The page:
A recent report in a Canadian publication, Truck News, caught my eye: The Department of Sanitation in New York (DSNY) had just taken delivery of its first fully electric refuse truck – a Mack LR.
The vehicle’s capabilities had been demonstrated to journalists at a handover event, where Jonathan Randall, a senior vice-president at Mack, had said the DSNY – which he described as the world’s largest sanitation department – would put the truck through real-life paces from April. “There’s no tougher testing ground for a truck like this,” he maintained.
DSNY is on a mission to become carbon-neutral by 2050, and to reduce its greenhouse gas emissions by 80 percent by 2035. That’s why it’s looking to replace its 2 346-strong refuse truck fleet – 99 percent of which are Macks – with electrically powered vehicles.
According to Rocky DiRico, deputy commissioner of the department, the fleet collects about 12 000 t of residential and industrial waste a day. He said the route the electric truck would follow had already been chosen – a 30-km stretch though middle-class New York neighbourhoods.
“Don’t read into the short distance,” he said. “The real test is how many times the truck stops and starts in the course of the route. We deal more with hours than kilometres.”
DiRico revealed that the truck would be expected to handle an eight-hour collection route, at which time its remaining battery capacity would be analysed. Uniquely, New York City uses its collection trucks as snow ploughs during winter months, and DiRico said the first-generation Mack LR Electric would probably fall short in this area. However, he said he was confident that subsequent versions would be able to handle both duties.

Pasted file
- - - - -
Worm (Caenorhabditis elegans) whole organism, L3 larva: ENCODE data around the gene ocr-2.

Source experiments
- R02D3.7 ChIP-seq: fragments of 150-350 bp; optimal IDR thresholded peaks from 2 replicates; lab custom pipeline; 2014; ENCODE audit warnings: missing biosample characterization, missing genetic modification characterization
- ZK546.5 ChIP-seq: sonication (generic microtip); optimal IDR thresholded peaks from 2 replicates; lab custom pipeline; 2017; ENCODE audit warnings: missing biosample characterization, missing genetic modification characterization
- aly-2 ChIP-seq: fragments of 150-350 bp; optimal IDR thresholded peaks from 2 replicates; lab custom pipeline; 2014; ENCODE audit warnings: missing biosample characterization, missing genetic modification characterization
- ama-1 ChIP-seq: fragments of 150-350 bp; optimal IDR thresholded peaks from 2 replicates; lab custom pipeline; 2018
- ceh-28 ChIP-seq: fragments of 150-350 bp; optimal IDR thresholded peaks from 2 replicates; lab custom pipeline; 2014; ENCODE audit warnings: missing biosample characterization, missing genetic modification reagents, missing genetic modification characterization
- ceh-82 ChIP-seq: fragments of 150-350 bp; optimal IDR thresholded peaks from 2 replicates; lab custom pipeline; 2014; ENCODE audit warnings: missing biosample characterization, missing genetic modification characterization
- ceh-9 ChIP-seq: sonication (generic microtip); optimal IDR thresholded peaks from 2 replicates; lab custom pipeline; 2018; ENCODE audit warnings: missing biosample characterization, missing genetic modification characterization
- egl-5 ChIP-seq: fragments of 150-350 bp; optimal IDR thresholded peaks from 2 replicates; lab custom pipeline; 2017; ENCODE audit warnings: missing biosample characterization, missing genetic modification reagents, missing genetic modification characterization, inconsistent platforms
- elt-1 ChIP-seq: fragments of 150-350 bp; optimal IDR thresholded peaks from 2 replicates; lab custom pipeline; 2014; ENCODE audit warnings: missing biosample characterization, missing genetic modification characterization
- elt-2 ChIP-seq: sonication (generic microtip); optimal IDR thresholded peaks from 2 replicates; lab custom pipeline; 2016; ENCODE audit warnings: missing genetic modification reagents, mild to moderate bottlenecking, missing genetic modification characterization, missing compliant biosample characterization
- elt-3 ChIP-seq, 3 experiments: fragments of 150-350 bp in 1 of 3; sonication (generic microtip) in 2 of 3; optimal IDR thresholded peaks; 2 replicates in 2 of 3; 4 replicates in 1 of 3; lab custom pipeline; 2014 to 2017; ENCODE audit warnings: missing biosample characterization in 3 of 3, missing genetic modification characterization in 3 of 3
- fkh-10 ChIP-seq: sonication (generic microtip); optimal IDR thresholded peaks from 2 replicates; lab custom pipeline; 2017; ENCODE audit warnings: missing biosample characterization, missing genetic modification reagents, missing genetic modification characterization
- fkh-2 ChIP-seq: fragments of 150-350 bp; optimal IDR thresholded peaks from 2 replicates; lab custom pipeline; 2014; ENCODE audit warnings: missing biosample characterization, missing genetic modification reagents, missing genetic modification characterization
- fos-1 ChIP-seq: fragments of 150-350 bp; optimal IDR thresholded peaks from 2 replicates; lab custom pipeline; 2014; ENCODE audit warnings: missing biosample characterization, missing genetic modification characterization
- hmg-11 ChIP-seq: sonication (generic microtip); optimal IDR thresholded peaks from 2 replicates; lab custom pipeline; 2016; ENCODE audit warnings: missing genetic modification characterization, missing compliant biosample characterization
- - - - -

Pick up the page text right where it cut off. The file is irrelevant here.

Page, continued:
“Ultimately, we have to get to ploughing,” he said. “We can’t have a fleet for ploughing and another for collection. Our success and uniqueness is that we plough with our collection trucks. Battery technology has improved dramatically already and we feel within the next year, battery technology is going to be 50 percent more efficient – and that should take us to ploughing.”
In addition to reduced emissions, other benefits of electric refuse trucks include reduced noise and lower maintenance costs. According to Roy Horton, director of product strategy at Mack Trucks, there’s less wear and tear componentry on an electrically powered vehicle. “It uses less oil and lubricants, incurs less brake wear, and there’s no combustion engine to service.”
Refuse is an ideal application for electrification, Horton told Truck News, because it’s a closed-loop duty cycle in which the trucks return to home base daily for charging. The frequent starts and stops allow for regenerative braking, during which energy is captured, stored and then used to assist propulsion.
The LR Electric features two battery-driven motors that together produce a maximum of 369 kW and 5 492 Nm. Transmission is through a two-speed Mack Powershift transmission. The truck features four NMC lithium-ion batteries that are charged via a 50 kW charging system. All accessories are electrically driven through 12 V, 24 V and 600 V circuits.
When the vehicle is put into service, DSNY will closely monitor several metrics, including uptime, range, mileage, driver feedback, acceleration, payload, regenerative braking, gradeability, state of charge at start and end of route, charging time and duration, as well as overall functionality.
DiRico said he was looking forward to putting the truck to work, telling journalists that the vehicle wouldn’t be babied. “I look forward to beginning the process of testing, piloting and beating the hell out of that truck,” he said.
Just a thought: It’s a pity that some of South Africa’s leading cities don’t follow New York’s example and put electrified trucks to similar refuse collection tests. Then again, Eskom’s load shedding schedule may put a very big spanner in that kind of strategy!